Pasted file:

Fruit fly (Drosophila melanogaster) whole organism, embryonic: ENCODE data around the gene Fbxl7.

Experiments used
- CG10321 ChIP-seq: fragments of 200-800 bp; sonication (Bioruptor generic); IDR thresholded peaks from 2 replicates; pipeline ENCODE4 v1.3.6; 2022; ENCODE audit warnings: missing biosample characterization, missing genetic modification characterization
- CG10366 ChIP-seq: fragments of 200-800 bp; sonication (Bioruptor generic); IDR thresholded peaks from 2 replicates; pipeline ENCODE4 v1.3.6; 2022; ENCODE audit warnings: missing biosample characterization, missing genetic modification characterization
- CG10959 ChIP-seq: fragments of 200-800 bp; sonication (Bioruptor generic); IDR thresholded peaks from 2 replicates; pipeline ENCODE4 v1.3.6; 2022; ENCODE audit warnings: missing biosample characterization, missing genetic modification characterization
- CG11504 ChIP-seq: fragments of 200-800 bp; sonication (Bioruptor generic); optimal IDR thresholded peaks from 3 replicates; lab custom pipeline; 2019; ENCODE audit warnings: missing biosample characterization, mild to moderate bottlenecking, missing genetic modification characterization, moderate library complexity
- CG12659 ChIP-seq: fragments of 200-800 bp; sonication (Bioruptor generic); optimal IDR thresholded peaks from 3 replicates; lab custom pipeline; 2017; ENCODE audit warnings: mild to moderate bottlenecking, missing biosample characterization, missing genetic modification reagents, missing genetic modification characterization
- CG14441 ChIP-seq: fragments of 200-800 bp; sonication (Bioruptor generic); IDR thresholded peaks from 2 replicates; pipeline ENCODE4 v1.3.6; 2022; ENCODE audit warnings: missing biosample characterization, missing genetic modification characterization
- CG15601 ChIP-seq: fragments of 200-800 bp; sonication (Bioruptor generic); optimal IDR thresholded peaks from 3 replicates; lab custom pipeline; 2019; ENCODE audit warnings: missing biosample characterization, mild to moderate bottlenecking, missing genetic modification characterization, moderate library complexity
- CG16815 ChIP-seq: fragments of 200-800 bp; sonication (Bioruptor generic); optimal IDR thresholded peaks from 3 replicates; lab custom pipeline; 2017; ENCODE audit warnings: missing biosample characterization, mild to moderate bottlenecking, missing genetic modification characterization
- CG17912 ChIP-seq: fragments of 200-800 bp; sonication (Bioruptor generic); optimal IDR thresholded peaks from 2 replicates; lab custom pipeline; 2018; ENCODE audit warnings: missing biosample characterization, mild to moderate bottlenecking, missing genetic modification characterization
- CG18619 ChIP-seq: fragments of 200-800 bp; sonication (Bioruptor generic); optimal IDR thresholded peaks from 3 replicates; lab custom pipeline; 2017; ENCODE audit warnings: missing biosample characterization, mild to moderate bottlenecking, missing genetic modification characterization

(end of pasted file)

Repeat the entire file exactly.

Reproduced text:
Fruit fly (Drosophila melanogaster) whole organism, embryonic: ENCODE data around the gene Fbxl7.

Experiments used
- CG10321 ChIP-seq: fragments of 200-800 bp; sonication (Bioruptor generic); IDR thresholded peaks from 2 replicates; pipeline ENCODE4 v1.3.6; 2022; ENCODE audit warnings: missing biosample characterization, missing genetic modification characterization
- CG10366 ChIP-seq: fragments of 200-800 bp; sonication (Bioruptor generic); IDR thresholded peaks from 2 replicates; pipeline ENCODE4 v1.3.6; 2022; ENCODE audit warnings: missing biosample characterization, missing genetic modification characterization
- CG10959 ChIP-seq: fragments of 200-800 bp; sonication (Bioruptor generic); IDR thresholded peaks from 2 replicates; pipeline ENCODE4 v1.3.6; 2022; ENCODE audit warnings: missing biosample characterization, missing genetic modification characterization
- CG11504 ChIP-seq: fragments of 200-800 bp; sonication (Bioruptor generic); optimal IDR thresholded peaks from 3 replicates; lab custom pipeline; 2019; ENCODE audit warnings: missing biosample characterization, mild to moderate bottlenecking, missing genetic modification characterization, moderate library complexity
- CG12659 ChIP-seq: fragments of 200-800 bp; sonication (Bioruptor generic); optimal IDR thresholded peaks from 3 replicates; lab custom pipeline; 2017; ENCODE audit warnings: mild to moderate bottlenecking, missing biosample characterization, missing genetic modification reagents, missing genetic modification characterization
- CG14441 ChIP-seq: fragments of 200-800 bp; sonication (Bioruptor generic); IDR thresholded peaks from 2 replicates; pipeline ENCODE4 v1.3.6; 2022; ENCODE audit warnings: missing biosample characterization, missing genetic modification characterization
- CG15601 ChIP-seq: fragments of 200-800 bp; sonication (Bioruptor generic); optimal IDR thresholded peaks from 3 replicates; lab custom pipeline; 2019; ENCODE audit warnings: missing biosample characterization, mild to moderate bottlenecking, missing genetic modification characterization, moderate library complexity
- CG16815 ChIP-seq: fragments of 200-800 bp; sonication (Bioruptor generic); optimal IDR thresholded peaks from 3 replicates; lab custom pipeline; 2017; ENCODE audit warnings: missing biosample characterization, mild to moderate bottlenecking, missing genetic modification characterization
- CG17912 ChIP-seq: fragments of 200-800 bp; sonication (Bioruptor generic); optimal IDR thresholded peaks from 2 replicates; lab custom pipeline; 2018; ENCODE audit warnings: missing biosample characterization, mild to moderate bottlenecking, missing genetic modification characterization
- CG18619 ChIP-seq: fragments of 200-800 bp; sonication (Bioruptor generic); optimal IDR thresholded peaks from 3 replicates; lab custom pipeline; 2017; ENCODE audit warnings: missing biosample characterization, mild to moderate bottlenecking, missing genetic modification characterization